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The Songs of Innocence poems represent the writer in the days of his youth, when he was innocent of the knowledge that the world moved in cycles, from light to dark to light; the companion pieces in Songs of Experience voice his later realizations. The combination of poems depict the human condition fully. Blake equates innocence with youth: “On a cloud I saw a child,” “Little Lamb, who made thee?” , “My mother bore me,” etc. By using natural landscapes, flowers, etc., he echoes one of the main themes in other Romantic poems: We are born pure and uncluttered by earth’s “toys,” and life forces us to experience the higher universal truth: change, cycles, growth. He is reminding the reader: “You, too, saw life differently when you were young and innocent; now with your experience of life’s lambs and tigers, you are invited to return to the joy, the appreciation of nature, that you once knew so well” "The Lamb" is particularly striking because Blake refers to Jesus' name, "the Lamb of God," thereby stressing the God-made-man miracle that forms the basis of Christianity, and equating our innocence with His.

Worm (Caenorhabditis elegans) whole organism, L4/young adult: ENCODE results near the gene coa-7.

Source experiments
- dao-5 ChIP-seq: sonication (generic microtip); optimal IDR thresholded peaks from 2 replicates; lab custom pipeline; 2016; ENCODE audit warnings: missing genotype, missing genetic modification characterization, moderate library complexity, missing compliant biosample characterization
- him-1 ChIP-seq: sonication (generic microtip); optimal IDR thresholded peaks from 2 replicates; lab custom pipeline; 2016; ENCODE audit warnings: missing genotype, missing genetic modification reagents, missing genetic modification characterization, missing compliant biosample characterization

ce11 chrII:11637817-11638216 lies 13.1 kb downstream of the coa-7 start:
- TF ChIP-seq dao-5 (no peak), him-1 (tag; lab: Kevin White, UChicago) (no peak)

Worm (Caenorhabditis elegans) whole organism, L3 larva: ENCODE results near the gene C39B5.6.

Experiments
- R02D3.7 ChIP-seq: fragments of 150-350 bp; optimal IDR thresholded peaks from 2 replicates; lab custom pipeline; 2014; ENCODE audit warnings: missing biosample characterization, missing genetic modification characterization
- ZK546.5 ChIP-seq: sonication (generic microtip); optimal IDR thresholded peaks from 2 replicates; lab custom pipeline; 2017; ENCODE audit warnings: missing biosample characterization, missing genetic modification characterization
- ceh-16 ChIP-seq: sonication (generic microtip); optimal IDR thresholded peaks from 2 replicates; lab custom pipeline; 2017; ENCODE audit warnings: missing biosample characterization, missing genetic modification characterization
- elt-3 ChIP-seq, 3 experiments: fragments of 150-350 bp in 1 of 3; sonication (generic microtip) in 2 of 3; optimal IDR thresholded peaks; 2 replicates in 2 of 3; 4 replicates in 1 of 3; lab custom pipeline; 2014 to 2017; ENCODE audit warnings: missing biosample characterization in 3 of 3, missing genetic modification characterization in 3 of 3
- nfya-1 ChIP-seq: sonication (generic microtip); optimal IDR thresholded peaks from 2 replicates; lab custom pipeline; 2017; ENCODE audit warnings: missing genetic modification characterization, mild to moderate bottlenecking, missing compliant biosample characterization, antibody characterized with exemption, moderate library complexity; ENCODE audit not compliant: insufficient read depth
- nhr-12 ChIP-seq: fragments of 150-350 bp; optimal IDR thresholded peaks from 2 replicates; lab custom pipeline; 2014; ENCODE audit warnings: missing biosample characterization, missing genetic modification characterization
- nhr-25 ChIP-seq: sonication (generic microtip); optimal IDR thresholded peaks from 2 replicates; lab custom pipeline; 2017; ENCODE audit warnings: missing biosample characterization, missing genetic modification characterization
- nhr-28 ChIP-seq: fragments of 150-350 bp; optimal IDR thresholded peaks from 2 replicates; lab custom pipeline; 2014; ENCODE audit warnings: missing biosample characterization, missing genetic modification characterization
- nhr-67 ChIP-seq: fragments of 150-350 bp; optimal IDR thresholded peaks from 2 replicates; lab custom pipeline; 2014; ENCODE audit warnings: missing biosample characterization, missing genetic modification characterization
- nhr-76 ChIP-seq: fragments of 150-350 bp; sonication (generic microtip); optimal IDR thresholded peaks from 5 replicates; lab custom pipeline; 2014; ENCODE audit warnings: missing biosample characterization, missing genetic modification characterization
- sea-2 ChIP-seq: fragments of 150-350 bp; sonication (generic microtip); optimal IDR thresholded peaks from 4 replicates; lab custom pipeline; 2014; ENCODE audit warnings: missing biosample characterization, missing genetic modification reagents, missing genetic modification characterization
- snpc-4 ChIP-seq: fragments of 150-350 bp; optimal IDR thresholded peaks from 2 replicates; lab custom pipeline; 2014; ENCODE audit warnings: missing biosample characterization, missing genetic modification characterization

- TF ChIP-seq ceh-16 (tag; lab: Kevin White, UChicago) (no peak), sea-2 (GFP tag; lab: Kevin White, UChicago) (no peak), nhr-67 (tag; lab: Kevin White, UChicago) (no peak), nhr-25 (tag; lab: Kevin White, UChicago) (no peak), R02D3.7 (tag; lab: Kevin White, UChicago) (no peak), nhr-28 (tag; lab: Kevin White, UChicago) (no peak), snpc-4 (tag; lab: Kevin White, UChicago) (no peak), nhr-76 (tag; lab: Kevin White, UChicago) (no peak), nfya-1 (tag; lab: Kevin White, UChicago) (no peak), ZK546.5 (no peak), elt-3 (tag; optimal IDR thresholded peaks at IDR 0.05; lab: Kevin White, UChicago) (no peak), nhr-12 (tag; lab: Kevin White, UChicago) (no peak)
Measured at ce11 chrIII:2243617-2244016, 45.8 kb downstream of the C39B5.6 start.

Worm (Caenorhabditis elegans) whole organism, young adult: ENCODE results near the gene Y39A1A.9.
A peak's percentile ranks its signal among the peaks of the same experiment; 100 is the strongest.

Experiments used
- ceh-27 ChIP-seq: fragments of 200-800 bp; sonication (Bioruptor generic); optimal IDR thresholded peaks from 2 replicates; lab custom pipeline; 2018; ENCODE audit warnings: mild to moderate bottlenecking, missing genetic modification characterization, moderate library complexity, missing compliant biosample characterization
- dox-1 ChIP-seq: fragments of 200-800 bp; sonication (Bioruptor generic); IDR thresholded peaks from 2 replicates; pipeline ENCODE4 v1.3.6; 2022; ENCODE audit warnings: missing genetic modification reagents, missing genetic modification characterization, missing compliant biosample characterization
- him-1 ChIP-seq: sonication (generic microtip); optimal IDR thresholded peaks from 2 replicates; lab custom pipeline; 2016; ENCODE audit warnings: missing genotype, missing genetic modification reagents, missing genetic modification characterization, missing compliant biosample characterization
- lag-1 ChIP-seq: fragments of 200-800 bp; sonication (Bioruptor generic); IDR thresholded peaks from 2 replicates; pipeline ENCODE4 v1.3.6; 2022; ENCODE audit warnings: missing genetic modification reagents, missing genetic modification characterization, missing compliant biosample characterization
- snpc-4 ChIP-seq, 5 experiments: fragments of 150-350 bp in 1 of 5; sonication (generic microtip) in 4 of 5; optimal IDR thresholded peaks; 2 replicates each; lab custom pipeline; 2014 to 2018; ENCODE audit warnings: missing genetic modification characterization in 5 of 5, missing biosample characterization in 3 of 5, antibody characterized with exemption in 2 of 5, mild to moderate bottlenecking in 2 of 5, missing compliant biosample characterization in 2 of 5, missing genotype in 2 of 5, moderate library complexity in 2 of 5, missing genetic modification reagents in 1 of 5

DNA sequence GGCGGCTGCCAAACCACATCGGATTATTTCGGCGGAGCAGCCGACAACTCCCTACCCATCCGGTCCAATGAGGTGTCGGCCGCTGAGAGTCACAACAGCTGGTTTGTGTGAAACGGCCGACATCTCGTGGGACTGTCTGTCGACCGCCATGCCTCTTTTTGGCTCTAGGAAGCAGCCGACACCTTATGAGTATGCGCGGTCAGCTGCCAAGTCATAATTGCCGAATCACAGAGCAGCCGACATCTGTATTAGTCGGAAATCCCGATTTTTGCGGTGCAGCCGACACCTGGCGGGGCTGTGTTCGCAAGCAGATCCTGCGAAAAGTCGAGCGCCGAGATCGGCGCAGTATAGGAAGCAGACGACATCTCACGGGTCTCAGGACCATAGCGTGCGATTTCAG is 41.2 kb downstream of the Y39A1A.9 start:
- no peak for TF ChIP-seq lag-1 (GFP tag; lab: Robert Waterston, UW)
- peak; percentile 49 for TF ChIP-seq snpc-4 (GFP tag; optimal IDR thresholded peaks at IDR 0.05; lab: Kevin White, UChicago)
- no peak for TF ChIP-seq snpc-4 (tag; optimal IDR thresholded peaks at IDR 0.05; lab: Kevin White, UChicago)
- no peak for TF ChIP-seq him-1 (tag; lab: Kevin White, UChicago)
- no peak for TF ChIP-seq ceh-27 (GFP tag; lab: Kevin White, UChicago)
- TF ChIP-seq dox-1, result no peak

It looks as if when he wrote the poems of "songs of Innocence", Blake obesrved and perceived only innocence in the world. He is ignorant of the creation and creatures of God. He asks the lamb, "who has made thee?" Here the lamb is a symbol of innocence. There is no other creature of God as meek and mild as the lamb.
The world of the "songs of Innocence" is largely a child's world. It is a world of simplicity, purity, happiness and security. In a nut shell, it is a state of delight, knows no misery, not yet grown up to realise weal and woe both. The mind is without fear; when threatened by danger, somebody is at hand to console.
The lamb suggests the lamb of God that "taketh away the sin of the world". The vital point in this poem is the nature of the innocent creature of God. The innocent lamb symbolizes Christ, the incarnation of love and tenderness. The child which speaksin the poem is also identified with Christ. For, Christ became a child and praised the innocence of children.
In the poems included in the "songs of Innocence", Blake represent a laughing child as his inpiration forhis poems. He gives us a vision of the world as he sees through the eyes of a child. A child finds this world as one of purity, joy and security.
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